The percentage of Latinos who lack health insurance has fallen by more than a third since the Affordable Care Act kicked in this year, according to a new report from The Commonwealth Fund, a health care policy group.
Historically, Latinos have been one of the least-covered groups in the U.S. when it comes to health insurance. Michelle Doty, the lead author of the report, says the low coverage has a lot to do with employment trends.
"For a long time, Latinos have tended to work in jobs that don't provide health insurance — low wage and small firms," Doty says.
But now that coverage gap is quickly being filled, Doty says, at least in states that have expanded Medicaid eligibility under the Affordable Care Act. The uninsured rate for Latinos has dropped from 35 percent to 17 percent in less than a year.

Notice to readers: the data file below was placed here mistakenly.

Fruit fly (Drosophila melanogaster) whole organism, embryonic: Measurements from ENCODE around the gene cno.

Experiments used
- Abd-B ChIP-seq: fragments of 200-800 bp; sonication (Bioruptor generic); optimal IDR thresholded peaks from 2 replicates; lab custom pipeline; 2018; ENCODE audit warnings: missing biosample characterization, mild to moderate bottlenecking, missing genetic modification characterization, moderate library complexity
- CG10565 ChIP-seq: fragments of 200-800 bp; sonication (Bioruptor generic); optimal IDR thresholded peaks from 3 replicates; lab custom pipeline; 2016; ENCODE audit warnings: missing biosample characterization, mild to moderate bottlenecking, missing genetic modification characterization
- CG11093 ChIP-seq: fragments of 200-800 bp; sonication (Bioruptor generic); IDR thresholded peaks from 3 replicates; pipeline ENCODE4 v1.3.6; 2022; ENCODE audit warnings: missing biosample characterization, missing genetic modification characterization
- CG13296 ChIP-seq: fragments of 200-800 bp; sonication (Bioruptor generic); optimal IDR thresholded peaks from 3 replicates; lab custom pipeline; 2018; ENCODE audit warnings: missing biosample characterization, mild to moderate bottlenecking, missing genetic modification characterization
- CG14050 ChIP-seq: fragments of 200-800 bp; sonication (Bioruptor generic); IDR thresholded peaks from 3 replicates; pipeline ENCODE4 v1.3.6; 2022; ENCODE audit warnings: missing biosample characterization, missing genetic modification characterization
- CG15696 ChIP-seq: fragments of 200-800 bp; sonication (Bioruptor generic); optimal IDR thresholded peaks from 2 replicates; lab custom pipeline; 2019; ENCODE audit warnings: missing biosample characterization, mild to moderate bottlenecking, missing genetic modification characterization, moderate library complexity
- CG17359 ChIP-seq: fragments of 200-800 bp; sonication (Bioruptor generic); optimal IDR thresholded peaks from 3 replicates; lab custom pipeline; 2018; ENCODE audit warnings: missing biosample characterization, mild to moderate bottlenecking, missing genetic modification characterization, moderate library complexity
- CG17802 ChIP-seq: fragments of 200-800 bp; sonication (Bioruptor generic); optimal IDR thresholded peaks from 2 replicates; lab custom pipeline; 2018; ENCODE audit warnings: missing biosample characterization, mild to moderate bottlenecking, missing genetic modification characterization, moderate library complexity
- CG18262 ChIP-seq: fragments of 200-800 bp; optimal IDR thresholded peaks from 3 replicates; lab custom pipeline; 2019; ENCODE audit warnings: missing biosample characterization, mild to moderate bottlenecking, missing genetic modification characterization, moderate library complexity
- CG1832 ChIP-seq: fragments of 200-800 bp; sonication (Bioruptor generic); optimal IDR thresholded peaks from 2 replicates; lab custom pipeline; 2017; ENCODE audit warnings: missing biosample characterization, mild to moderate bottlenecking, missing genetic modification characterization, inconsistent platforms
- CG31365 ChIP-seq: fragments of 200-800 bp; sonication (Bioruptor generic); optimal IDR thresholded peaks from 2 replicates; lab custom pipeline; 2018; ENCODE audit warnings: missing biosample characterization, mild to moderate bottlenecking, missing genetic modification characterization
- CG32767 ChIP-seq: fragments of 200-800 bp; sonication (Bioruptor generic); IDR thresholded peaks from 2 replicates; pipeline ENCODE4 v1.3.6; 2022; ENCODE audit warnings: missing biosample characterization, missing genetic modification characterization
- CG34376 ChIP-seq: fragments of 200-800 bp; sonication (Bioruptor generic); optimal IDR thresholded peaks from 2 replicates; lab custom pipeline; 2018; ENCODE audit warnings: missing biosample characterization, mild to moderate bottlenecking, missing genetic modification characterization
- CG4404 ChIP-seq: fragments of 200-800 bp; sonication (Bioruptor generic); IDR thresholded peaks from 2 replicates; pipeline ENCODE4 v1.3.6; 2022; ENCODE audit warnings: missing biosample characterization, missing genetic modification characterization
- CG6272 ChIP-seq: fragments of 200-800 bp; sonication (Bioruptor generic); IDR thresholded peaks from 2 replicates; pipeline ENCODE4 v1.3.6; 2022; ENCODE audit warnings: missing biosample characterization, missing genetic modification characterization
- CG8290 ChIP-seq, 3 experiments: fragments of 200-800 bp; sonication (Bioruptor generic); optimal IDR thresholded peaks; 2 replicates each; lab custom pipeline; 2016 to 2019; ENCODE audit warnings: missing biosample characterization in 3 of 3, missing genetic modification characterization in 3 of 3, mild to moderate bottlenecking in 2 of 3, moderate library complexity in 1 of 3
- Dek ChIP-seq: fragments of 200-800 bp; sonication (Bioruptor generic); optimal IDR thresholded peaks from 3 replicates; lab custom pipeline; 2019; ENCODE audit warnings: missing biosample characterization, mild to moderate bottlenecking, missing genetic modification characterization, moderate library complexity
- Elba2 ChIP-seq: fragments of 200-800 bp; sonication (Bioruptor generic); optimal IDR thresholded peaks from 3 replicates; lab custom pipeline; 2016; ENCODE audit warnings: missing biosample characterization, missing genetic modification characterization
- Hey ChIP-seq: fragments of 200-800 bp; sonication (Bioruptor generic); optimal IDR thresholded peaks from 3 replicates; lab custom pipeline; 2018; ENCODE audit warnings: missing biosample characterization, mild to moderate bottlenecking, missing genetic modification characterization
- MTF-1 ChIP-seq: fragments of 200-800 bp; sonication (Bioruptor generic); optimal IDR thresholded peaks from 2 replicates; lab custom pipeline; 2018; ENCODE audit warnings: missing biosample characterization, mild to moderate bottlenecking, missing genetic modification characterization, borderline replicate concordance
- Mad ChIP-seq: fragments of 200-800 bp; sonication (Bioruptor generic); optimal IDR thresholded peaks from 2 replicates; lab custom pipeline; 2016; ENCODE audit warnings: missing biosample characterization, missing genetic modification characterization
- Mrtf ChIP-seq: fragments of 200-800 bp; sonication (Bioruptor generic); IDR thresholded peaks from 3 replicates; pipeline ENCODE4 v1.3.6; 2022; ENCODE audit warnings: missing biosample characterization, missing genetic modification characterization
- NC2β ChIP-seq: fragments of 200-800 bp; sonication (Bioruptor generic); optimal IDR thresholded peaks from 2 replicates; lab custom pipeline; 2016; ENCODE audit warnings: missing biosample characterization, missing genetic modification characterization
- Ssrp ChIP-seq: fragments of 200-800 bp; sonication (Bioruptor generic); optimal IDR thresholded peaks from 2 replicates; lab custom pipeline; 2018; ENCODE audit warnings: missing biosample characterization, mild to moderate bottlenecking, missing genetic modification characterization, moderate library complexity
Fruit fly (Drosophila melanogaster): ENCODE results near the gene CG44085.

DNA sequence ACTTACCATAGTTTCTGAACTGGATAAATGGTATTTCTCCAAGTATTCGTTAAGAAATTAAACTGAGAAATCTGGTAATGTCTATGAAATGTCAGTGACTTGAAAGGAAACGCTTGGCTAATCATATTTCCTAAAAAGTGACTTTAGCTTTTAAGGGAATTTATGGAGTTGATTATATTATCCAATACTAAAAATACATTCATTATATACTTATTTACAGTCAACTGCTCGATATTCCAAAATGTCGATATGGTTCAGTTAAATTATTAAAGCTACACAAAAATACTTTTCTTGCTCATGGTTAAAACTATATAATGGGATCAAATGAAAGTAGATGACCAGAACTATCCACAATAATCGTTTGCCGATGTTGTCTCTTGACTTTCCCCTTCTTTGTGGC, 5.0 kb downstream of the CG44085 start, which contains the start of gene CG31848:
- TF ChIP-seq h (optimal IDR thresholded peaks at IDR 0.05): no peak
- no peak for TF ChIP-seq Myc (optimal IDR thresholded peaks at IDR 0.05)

That shift translates to fewer emergency room visits and more preventive care for patients at the AltaMed community clinics that Alfonso Vega runs in Southern California. The clinics serve many low-income Latinos, many with diabetes. Without insurance, Vega says, many patients would avoid health care until crisis hit, but that has been changing as more people have enrolled in Medicaid in the last few months.
"There's countless patients that we're seeing that are seeing a primary care doctor every 90 days like they're supposed to — getting all the tests that they're supposed to have done on a periodic basis," Vega says.
In the states that have not expanded Medicaid coverage under Obamacare — where more than 20 million Latinos live — their uninsurance rates remain basically unchanged.